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Will 2020 Mark The End Of Political Conventions?


President Trump has given up on holding a typical political convention in Jacksonville next month as Florida remains a coronavirus hotspot. Democrats have long planned a mostly virtual gathering to nominate Joe Biden because of the pandemic. As campaign diehards lament missing out on the party conventions, others hope 2020 might bring an end to this long tradition. Here's NPR national political correspondent Don Gonyea.

DON GONYEA, BYLINE: Let's go back to the summer of 2016. This very week, Democrats were gathering in Philadelphia ahead of their convention.


HILLARY CLINTON: The first time that a major party has nominated a woman for president.

GONYEA: Also four years ago this month, the Republicans took their turn.


PRESIDENT DONALD TRUMP: Nobody knows the system better than me, which is why I alone can fix it.

GONYEA: So what's it going to sound like this summer? Well, maybe not dead silence, but the pandemic has put a blanket over everything.

PATTI SOLIS DOYLE: It's going to be very, very different this year.

GONYEA: That's longtime Democratic strategist Patti Solis Doyle, a veteran of presidential campaigns and conventions.

DOYLE: I will be interested to see not only how it comes off, but whether or not we see it have an impact on voter turnout in November.

GONYEA: Democratic and Republican strategists argue that conventions energize activists and volunteers. They also send a signal to voters that it's time to start paying attention. Critics counter that the convention is one big infomercial with little or no drama. Michael Steel is a GOP veteran of Capitol Hill and presidential campaigns. He disagrees. He says it's a messaging test for a campaign - an important one.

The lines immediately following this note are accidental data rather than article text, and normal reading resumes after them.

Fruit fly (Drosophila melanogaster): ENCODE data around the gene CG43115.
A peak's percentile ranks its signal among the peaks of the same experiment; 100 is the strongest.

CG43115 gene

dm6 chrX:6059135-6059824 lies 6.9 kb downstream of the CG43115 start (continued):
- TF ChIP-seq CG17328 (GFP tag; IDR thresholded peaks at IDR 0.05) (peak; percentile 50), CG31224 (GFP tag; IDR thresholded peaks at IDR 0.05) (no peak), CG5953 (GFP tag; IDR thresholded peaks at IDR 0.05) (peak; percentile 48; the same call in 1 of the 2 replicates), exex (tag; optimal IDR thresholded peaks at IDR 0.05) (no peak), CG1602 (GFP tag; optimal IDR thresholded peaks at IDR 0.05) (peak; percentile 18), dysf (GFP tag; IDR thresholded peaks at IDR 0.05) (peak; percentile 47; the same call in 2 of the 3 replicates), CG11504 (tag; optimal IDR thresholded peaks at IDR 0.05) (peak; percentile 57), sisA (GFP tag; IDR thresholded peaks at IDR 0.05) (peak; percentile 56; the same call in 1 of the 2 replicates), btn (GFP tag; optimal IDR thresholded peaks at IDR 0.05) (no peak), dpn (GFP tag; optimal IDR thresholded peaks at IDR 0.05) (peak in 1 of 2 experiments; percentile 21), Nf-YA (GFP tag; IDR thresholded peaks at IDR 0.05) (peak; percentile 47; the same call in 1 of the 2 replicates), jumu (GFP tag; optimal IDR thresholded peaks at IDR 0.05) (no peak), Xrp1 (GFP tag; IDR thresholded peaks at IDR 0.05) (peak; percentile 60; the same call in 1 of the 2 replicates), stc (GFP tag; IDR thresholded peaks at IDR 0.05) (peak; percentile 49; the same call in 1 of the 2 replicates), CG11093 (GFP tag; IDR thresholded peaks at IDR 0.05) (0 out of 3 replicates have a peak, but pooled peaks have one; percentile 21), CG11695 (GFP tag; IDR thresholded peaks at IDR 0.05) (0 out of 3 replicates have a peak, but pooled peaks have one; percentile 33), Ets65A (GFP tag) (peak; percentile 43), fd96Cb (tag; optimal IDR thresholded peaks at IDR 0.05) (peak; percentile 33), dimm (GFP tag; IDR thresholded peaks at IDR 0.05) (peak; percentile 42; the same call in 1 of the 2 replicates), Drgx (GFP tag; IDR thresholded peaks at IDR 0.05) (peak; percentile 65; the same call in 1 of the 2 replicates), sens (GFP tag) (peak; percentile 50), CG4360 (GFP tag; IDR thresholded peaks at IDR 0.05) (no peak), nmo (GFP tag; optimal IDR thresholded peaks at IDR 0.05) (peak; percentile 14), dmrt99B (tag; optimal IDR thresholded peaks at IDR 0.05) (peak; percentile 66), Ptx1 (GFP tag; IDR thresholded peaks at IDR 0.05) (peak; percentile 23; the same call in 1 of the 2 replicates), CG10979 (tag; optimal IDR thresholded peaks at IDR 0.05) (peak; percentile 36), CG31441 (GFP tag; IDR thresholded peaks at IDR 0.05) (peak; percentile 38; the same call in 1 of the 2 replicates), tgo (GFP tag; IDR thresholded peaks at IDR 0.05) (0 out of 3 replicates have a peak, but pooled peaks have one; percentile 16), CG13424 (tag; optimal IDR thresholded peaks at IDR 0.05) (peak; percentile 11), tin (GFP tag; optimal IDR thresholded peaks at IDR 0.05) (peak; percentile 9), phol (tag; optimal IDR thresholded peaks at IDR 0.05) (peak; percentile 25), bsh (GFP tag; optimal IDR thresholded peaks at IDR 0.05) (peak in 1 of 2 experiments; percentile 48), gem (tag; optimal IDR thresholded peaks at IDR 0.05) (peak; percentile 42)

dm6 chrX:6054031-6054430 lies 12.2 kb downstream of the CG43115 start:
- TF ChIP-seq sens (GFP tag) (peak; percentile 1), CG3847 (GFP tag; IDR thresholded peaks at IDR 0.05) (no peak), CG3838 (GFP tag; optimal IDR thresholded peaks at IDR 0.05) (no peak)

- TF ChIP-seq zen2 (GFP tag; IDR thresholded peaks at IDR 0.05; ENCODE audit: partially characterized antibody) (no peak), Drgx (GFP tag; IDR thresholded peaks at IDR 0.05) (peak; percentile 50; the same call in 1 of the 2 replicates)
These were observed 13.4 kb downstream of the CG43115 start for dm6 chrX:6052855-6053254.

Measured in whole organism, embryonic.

MICHAEL STEEL: There's a real public service benefit in bringing the candidates' views of themselves and the party and the future to the general public in a way that they may not otherwise be exposed to.

GONYEA: Even though major networks tend to carry only the big marquee speech of each night live, Steel says he does not think the big nominating conventions will suddenly become a thing of the past.

STEEL: This is not the end. I think there will be political conventions as long as there are political parties. They'll just be smaller and more focused in the next couple of cycles.

GONYEA: The conventions are decades past serving their original purpose - for the party to come together and choose a nominee. These days, voters do that through primaries and caucuses. And running mates are also named in advance. Karen Tumulty, a columnist at The Washington Post, hopes this is the end. Earlier this year she wrote a piece arguing - pleading, in fact - to get rid of presidential conventions forever. She notes that there hasn't been a brokered convention since the Democrats nominated Adlai Stevenson in 1952. She points to the millions and millions of dollars spent on conventions by political parties, by the media sending anchors and teams of reporters to cover them, and by lobbyists looking to curry favor.

KAREN TUMULTY: They just require an incredible amount of resources and, you know, are underwritten in ways that I think if you look too closely would make a lot of people uncomfortable.

GONYEA: It's hard to predict the future based on the events of this summer. The entire campaign has been turned upside down, like all of American life. But Tumulty and other critics hope that the parties use this as an opportunity to see if there isn't a better way when things do get back to normal.


AMY KLOBUCHAR: The great state of Minnesota has 42 votes for the next president of the United States...

GONYEA: Don Gonyea, NPR News, Washington. Transcript provided by NPR, Copyright NPR.

You're most likely to find NPR's Don Gonyea on the road, in some battleground state looking for voters to sit with him at the local lunch spot, the VFW or union hall, at a campaign rally, or at their kitchen tables to tell him what's on their minds. Through countless such conversations over the course of the year, he gets a ground-level view of American elections. Gonyea is NPR's National Political Correspondent, a position he has held since 2010. His reports can be heard on all NPR News programs and at To hear his sound-rich stories is akin to riding in the passenger seat of his rental car, traveling through Iowa or South Carolina or Michigan or wherever, right along with him.
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